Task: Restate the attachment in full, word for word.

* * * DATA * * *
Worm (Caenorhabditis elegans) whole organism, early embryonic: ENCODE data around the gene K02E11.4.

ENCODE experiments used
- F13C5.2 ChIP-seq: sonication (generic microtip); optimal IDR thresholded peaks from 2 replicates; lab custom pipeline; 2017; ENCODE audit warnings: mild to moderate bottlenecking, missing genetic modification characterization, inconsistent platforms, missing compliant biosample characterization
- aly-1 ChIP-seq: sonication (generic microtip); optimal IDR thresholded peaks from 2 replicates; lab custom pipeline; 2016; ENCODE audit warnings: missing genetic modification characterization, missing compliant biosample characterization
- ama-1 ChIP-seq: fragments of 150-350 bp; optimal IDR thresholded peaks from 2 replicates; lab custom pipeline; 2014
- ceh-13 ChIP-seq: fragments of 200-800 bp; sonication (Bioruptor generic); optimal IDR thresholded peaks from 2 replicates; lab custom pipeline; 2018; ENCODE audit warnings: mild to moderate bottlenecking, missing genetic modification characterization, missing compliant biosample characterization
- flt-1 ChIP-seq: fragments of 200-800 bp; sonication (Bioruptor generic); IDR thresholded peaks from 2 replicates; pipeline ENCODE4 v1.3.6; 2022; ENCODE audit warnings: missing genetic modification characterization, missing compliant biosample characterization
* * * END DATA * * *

Worm (Caenorhabditis elegans) whole organism, early embryonic: ENCODE data around the gene K02E11.4.

ENCODE experiments used
- F13C5.2 ChIP-seq: sonication (generic microtip); optimal IDR thresholded peaks from 2 replicates; lab custom pipeline; 2017; ENCODE audit warnings: mild to moderate bottlenecking, missing genetic modification characterization, inconsistent platforms, missing compliant biosample characterization
- aly-1 ChIP-seq: sonication (generic microtip); optimal IDR thresholded peaks from 2 replicates; lab custom pipeline; 2016; ENCODE audit warnings: missing genetic modification characterization, missing compliant biosample characterization
- ama-1 ChIP-seq: fragments of 150-350 bp; optimal IDR thresholded peaks from 2 replicates; lab custom pipeline; 2014
- ceh-13 ChIP-seq: fragments of 200-800 bp; sonication (Bioruptor generic); optimal IDR thresholded peaks from 2 replicates; lab custom pipeline; 2018; ENCODE audit warnings: mild to moderate bottlenecking, missing genetic modification characterization, missing compliant biosample characterization
- flt-1 ChIP-seq: fragments of 200-800 bp; sonication (Bioruptor generic); IDR thresholded peaks from 2 replicates; pipeline ENCODE4 v1.3.6; 2022; ENCODE audit warnings: missing genetic modification characterization, missing compliant biosample characterization